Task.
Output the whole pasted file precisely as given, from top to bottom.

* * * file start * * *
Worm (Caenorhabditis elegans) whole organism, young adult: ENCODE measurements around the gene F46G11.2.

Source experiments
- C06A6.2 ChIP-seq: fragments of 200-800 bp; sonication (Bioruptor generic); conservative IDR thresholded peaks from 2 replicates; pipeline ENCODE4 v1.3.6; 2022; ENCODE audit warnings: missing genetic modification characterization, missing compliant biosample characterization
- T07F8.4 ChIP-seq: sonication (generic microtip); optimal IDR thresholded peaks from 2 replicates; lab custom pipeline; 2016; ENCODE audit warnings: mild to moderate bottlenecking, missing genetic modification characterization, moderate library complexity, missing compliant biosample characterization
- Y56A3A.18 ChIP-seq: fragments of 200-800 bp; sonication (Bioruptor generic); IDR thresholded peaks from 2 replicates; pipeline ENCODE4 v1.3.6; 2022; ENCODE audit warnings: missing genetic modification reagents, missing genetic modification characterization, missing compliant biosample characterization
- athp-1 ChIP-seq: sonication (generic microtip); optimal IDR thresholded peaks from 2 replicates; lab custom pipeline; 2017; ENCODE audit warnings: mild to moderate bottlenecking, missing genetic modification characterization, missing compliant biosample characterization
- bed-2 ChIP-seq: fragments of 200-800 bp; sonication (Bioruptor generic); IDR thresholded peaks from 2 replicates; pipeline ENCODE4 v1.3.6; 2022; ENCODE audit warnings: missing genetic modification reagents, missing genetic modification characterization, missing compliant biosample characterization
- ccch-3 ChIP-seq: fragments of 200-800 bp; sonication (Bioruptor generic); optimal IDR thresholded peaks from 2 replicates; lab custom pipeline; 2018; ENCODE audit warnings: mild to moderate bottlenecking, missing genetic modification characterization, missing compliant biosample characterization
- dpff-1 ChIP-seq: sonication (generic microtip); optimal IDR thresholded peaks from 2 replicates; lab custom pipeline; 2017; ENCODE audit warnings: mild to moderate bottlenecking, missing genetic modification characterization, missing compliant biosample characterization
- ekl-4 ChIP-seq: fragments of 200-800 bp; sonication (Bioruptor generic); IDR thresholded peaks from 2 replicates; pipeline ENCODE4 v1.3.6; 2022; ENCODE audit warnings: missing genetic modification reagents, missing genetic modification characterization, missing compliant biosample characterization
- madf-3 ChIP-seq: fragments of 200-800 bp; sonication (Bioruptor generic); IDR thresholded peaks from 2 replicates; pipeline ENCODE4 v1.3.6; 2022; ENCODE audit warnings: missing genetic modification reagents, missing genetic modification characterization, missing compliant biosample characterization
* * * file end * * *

Worm (Caenorhabditis elegans) whole organism, young adult: ENCODE measurements around the gene F46G11.2.

Source experiments
- C06A6.2 ChIP-seq: fragments of 200-800 bp; sonication (Bioruptor generic); conservative IDR thresholded peaks from 2 replicates; pipeline ENCODE4 v1.3.6; 2022; ENCODE audit warnings: missing genetic modification characterization, missing compliant biosample characterization
- T07F8.4 ChIP-seq: sonication (generic microtip); optimal IDR thresholded peaks from 2 replicates; lab custom pipeline; 2016; ENCODE audit warnings: mild to moderate bottlenecking, missing genetic modification characterization, moderate library complexity, missing compliant biosample characterization
- Y56A3A.18 ChIP-seq: fragments of 200-800 bp; sonication (Bioruptor generic); IDR thresholded peaks from 2 replicates; pipeline ENCODE4 v1.3.6; 2022; ENCODE audit warnings: missing genetic modification reagents, missing genetic modification characterization, missing compliant biosample characterization
- athp-1 ChIP-seq: sonication (generic microtip); optimal IDR thresholded peaks from 2 replicates; lab custom pipeline; 2017; ENCODE audit warnings: mild to moderate bottlenecking, missing genetic modification characterization, missing compliant biosample characterization
- bed-2 ChIP-seq: fragments of 200-800 bp; sonication (Bioruptor generic); IDR thresholded peaks from 2 replicates; pipeline ENCODE4 v1.3.6; 2022; ENCODE audit warnings: missing genetic modification reagents, missing genetic modification characterization, missing compliant biosample characterization
- ccch-3 ChIP-seq: fragments of 200-800 bp; sonication (Bioruptor generic); optimal IDR thresholded peaks from 2 replicates; lab custom pipeline; 2018; ENCODE audit warnings: mild to moderate bottlenecking, missing genetic modification characterization, missing compliant biosample characterization
- dpff-1 ChIP-seq: sonication (generic microtip); optimal IDR thresholded peaks from 2 replicates; lab custom pipeline; 2017; ENCODE audit warnings: mild to moderate bottlenecking, missing genetic modification characterization, missing compliant biosample characterization
- ekl-4 ChIP-seq: fragments of 200-800 bp; sonication (Bioruptor generic); IDR thresholded peaks from 2 replicates; pipeline ENCODE4 v1.3.6; 2022; ENCODE audit warnings: missing genetic modification reagents, missing genetic modification characterization, missing compliant biosample characterization
- madf-3 ChIP-seq: fragments of 200-800 bp; sonication (Bioruptor generic); IDR thresholded peaks from 2 replicates; pipeline ENCODE4 v1.3.6; 2022; ENCODE audit warnings: missing genetic modification reagents, missing genetic modification characterization, missing compliant biosample characterization